Russian parliament will consider changes in religion law tomorrow


Is criticism of amendments to law on religious organizations fair?

Nezavisimaia Gazeta, 20 September 2020


On 22 September, the State Duma will consider on first reading amendments to the law "On freedom of conscience and religious association," submitted by the government. The document has received contradictory reviews already in the stage of discussion. Some in the State Duma consider that the new rules will permit shielding citizens from extremism and improve the effectiveness of monitoring religious life. But there also is criticism. There are many comments on the requirement for persons who receive religious education abroad to undergo recertification in domestic educational institutions. The rule applies not only to teachers, but also to those who "conduct religious activity." That is, for ministry in churches, mosques, datsans, and synagogues, a Russian certificate is required.


Andrei Klishas turned his attention to the problems that this rule creates: "It should be noted that a number of religions and religious denominations existing in Russia, including ones belonging to traditional religions, do not have religious educational organizations." The senator pointed to Kalmykia, where there are no Buddhist educational institutions. The vice-chairman of the Ecclesiastical Board of Muslims of the R.F., Damir Mukhutdinov, cited the example of the Bolgar Islamic Academy, which was conceived as the largest religious educational center of Islam in Russia, but still has not attained that level that would allow it to compete with foreign Islamic higher educational institutions. In Bolgar (Tatarstan), invited specialists teach and Mukhutdinov thinks it absurd that venerable foreign lecturers will sit at their desks next to their own students.


A similar opinion was expressed by representatives of almost all religious denominations, except for the Moscow patriarchate. Perhaps only in the RPTs and partially among Catholics are there in the country educational institutions that train clergy for ministry at a sufficient level. When the law is adopted, many communities will find themselves facing the prospect of losing their leaders. Practically all of them received education abroad that establishes their status. Many of them were involved in the founding of seminaries, madrassas, a Buddhist university (the only one in the country) and yeshivas that are functioning in the country.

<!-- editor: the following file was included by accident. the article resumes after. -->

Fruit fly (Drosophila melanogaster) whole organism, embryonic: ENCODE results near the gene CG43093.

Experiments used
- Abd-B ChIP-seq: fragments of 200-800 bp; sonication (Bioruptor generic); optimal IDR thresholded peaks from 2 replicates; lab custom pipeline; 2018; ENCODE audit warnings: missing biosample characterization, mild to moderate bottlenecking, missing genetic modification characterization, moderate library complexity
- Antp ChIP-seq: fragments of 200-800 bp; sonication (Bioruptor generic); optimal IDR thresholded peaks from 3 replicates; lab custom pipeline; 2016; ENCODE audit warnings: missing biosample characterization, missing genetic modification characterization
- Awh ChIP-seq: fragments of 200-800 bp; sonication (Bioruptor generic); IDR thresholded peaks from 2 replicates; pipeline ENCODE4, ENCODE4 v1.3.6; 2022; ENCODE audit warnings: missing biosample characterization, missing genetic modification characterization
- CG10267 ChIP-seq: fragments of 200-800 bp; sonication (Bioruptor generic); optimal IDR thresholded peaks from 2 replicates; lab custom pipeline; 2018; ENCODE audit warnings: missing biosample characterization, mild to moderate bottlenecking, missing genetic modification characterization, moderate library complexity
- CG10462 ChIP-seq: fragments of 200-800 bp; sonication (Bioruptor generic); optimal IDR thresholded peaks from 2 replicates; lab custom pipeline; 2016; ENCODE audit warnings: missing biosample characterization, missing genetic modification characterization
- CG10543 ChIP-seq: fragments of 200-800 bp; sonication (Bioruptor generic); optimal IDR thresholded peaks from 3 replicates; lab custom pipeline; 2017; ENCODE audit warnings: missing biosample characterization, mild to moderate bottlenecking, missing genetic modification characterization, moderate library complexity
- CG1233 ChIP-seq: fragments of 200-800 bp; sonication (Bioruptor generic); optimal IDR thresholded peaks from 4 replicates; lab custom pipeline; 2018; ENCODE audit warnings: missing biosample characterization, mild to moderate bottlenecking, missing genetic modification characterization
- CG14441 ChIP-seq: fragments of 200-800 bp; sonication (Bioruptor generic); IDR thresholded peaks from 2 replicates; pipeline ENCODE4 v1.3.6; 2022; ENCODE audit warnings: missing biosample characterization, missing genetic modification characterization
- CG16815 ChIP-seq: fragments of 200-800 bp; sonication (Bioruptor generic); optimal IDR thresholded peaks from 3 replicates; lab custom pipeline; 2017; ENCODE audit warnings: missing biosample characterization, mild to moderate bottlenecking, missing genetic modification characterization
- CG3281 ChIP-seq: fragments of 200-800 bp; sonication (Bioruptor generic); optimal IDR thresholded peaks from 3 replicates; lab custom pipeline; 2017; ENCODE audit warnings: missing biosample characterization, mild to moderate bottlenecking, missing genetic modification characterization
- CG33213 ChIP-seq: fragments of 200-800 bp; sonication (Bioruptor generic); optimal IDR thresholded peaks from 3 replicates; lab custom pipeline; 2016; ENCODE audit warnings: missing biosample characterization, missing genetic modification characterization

However, one can also understand the government's not wishing for religions in Russia to exist as "appendages" of foreign centers. The contents and form of study in foreign religious schools sometimes is so different from Russian notions about education that it is impossible to permit the recognition of these practices in the R.F. Besides concern about the importing of extremism, officials justify their initiatives as the attempt to ensure a full-scale spiritual life within Russia. Sometimes this is simply impossible because there are too few devotees of one confession or another. But in other cases, the state has the right to ask religious organizations why, in circumstances of various privileges in three decades the communities have still not been able to ensure the necessary level of religious schools and to train new generations of "well established" ministers of God. Some of these organizations and foundations have been given a lot of material assistance by the state. How much can the current deficiencies be justified as consequences of the persecutions in the U.S.S.R.?


Improvement of the legislation in this area has been going on for many years, and more innovations only engender additional contradictions. Perhaps the principles of the cooperation of the state and religions should be reconsidered. Privileges and benefits should be clearly linked with the accounting by organization of the results of assistance. If believers need genuine freedom from the tutelage of bureaucrats, then it can be achieved only by grassroots initiatives. In the ideal, the state should have only one function in the regulating of religious life: combating extremism. And citizens themselves will do an excellent job of adapting to realities. If they cannot live without faith, then they will cease expecting religious knowledge to be presented to them on a silver platter by emissaries from abroad. (tr. by PDS, posted 21 September 2020)
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